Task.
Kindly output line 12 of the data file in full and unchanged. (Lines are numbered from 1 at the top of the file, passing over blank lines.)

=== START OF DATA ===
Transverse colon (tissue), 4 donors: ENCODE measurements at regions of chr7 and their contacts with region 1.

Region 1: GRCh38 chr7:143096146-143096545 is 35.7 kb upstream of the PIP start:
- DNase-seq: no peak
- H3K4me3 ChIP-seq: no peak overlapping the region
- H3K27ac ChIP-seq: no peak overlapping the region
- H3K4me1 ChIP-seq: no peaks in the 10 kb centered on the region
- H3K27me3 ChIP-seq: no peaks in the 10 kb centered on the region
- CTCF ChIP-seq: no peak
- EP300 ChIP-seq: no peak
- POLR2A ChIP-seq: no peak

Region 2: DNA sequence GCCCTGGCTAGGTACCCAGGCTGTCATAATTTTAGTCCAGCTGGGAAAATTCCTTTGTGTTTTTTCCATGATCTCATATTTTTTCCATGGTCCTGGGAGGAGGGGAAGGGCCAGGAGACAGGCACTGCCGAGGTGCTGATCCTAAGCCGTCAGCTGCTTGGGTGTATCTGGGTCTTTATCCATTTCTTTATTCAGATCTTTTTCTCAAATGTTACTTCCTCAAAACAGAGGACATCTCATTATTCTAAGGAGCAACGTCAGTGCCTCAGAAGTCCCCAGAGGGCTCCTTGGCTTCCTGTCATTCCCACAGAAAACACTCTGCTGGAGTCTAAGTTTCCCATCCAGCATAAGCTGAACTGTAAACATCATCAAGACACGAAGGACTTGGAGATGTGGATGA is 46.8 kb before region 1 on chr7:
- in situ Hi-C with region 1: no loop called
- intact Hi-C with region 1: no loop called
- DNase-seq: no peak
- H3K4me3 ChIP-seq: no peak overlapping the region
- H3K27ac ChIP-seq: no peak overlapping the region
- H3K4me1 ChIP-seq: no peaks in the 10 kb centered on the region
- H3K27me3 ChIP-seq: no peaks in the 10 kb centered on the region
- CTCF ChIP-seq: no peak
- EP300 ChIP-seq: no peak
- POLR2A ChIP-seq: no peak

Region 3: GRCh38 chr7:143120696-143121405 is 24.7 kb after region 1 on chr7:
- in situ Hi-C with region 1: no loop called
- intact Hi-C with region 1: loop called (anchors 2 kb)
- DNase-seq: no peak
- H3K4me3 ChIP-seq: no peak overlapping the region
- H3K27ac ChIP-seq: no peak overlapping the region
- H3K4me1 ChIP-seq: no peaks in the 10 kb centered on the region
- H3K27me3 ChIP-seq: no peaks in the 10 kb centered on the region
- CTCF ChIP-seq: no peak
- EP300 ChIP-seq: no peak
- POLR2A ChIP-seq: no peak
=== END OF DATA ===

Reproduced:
- in situ Hi-C with region 1: no loop called